The present invention provides a distinct advantage over prior methods for determining the water activity of a water-containing composition in that the determination can usually be accomplished with great precision within ten minutes. This is a very small fraction of the time required for such determinations in accordance with prior art methods. One of the most important reasons for this difference is that in the past it has been customary for the sensor of a hygrometer being used in determining dew point to be located within the sample container and not to provide for circulation of the atmosphere above the food or other water-containing composition through a conduit and through a sensor located outside of the sample container, as in the present invention. Thus, the establishment of equilibrium was much slower in the prior art systems than in the system of the present invention.

It will be understood that various changes in the details, materials, and arrangements of parts which have been herein described and illustrated in order to explain the nature of the invention, may be made by those skilled in the art within the principle and scope of the invention.

Patent Citations
Cited PatentFiling datePublication dateApplicantTitle
US2662393 *Dec 29, 1950Dec 15, 1953Stanolind Oil & Gas CoHigh-pressure windowed cell
US2777324 *Jan 21, 1953Jan 15, 1957Conrad Ives NortonApparatus for determining the storage quality of grain
Referenced by
Citing PatentFiling datePublication dateApplicantTitle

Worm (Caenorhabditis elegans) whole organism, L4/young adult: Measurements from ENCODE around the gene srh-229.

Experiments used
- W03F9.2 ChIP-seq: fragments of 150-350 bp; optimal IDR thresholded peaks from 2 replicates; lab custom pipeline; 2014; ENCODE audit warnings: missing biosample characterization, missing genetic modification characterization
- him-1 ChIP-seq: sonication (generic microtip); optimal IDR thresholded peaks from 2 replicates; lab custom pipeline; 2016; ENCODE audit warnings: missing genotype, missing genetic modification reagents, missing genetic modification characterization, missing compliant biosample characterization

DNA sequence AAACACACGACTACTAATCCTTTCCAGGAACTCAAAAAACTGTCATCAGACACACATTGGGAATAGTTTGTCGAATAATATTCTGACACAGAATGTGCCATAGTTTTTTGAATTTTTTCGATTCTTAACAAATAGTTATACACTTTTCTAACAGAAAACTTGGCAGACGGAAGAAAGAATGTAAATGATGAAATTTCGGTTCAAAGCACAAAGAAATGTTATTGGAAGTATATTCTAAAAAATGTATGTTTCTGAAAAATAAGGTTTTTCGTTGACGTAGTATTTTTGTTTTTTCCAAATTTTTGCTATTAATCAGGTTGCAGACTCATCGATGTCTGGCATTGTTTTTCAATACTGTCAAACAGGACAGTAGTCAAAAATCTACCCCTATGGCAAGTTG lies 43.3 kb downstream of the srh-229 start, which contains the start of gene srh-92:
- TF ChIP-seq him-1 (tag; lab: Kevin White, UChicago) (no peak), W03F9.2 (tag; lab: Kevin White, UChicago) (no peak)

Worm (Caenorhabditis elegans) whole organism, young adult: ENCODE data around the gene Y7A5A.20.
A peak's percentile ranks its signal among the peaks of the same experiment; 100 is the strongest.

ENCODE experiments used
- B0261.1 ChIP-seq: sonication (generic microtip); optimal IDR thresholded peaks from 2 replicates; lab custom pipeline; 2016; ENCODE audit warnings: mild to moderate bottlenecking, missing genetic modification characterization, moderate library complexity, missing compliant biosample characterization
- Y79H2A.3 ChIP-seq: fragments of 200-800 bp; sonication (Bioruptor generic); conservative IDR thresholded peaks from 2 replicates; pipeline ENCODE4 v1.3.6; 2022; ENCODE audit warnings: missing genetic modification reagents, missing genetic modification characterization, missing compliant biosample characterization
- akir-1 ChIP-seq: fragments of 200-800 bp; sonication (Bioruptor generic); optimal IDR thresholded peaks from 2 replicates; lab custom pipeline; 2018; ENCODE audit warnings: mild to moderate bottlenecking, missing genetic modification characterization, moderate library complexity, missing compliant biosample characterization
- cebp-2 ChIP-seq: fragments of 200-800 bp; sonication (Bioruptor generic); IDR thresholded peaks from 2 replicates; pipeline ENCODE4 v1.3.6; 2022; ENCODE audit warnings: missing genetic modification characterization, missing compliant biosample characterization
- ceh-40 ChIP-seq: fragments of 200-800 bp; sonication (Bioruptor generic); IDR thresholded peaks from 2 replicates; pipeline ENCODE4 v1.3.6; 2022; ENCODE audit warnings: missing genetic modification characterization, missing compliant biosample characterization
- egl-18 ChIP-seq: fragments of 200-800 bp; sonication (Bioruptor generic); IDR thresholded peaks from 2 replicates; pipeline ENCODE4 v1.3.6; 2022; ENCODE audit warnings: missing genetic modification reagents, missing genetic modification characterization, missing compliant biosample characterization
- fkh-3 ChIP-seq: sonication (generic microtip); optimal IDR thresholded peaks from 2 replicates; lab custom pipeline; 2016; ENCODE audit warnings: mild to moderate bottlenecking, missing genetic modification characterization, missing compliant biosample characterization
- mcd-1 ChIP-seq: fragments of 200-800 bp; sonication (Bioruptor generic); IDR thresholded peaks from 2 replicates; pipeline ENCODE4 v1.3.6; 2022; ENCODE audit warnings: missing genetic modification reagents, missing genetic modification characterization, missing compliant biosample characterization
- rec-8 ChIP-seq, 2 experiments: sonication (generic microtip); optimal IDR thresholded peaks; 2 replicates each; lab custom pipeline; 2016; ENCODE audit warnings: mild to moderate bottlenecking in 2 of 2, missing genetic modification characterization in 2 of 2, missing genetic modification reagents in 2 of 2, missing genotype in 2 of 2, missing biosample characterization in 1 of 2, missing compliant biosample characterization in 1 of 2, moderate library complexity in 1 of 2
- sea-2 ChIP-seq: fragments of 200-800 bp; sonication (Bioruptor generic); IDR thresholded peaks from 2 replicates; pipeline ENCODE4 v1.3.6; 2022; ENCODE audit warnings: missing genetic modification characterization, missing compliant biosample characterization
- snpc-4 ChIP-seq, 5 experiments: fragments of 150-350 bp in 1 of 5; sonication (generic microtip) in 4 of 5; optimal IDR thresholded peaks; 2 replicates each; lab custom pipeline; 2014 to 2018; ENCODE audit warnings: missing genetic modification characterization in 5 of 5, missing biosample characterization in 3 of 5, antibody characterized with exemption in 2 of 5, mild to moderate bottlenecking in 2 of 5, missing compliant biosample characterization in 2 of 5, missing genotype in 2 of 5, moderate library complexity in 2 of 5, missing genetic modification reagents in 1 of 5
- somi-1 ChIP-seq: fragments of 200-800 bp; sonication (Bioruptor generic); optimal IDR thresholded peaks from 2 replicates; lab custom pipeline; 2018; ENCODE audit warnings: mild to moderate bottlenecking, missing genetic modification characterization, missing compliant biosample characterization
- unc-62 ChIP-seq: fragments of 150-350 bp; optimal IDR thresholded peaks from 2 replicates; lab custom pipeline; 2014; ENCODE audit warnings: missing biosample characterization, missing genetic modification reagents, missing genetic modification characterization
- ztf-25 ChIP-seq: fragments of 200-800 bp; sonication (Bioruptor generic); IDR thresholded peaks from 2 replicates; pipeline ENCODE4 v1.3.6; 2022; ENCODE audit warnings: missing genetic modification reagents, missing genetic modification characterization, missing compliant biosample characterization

US4543735 *May 20, 1983Oct 1, 1985Cornell Research Foundation, Inc.Method and apparatus for the accelerated adjustment of water activity of foods and other materials
US4580143 *Jun 25, 1984Apr 1, 1986Ricoh Systems, Inc.Viscosity control of ink-jet inks
US4934181 *Mar 30, 1989Jun 19, 1990The United States Of America As Represented By The Secretary Of AgricultureMethod and apparatus for testing materials using strain and moisture sorption
US5809826 *Jul 29, 1996Sep 22, 1998Baker, Jr.; Hugh M.Inferential condensation sensor
US8632732Feb 28, 2008Jan 21, 2014Dimas Jimenez MendozaDevice and method for measuring the water activity of foods
US20100330679 *Feb 28, 2008Dec 30, 2010Dimas Jimenez MendozaDevice and method for measuring the water activity of foods
CN103115943A *Jan 11, 2013May 22, 2013安徽省建筑工程质量监督检测站Dew-point tester for electronic hollow glass
CN103115943B *Jan 11, 2013Aug 12, 2015安徽省建筑工程质量监督检测站电子中空玻璃露点测试仪
EP2579018A4 *Nov 18, 2010Dec 23, 2015Dongguan City Simplewell Technology Co LtdDetection system and humidity detection method for detecting volatile organic compound
WO1999031502A1 *Dec 15, 1998Jun 24, 1999Lpkf Laser & Electronics AgMethods for measuring the sorbate content of substrates
WO2009108036A1 *Feb 28, 2008Sep 3, 2009Mendoza Dimas JimenezDevice and method for measuring the water activity of foods
Classifications
U.S. Classification73/73, 73/29.02, 73/335.02, 374/28
International ClassificationG01N25/66, G01N33/02
Cooperative ClassificationG01N33/02, G01N25/66
European ClassificationG01N33/02
Legal Events
DateCodeEventDescription
Aug 11, 1980ASAssignment
Owner name: UNITED STATES OF AMERICA AS REPRESENTED BY THE SEC
Free format text: ASSIGNMENT OF ASSIGNORS INTEREST;ASSIGNORS:GARBER ESTHER B.;COX LLOYD;REEL/FRAME:003790/0911
Effective date: 19790525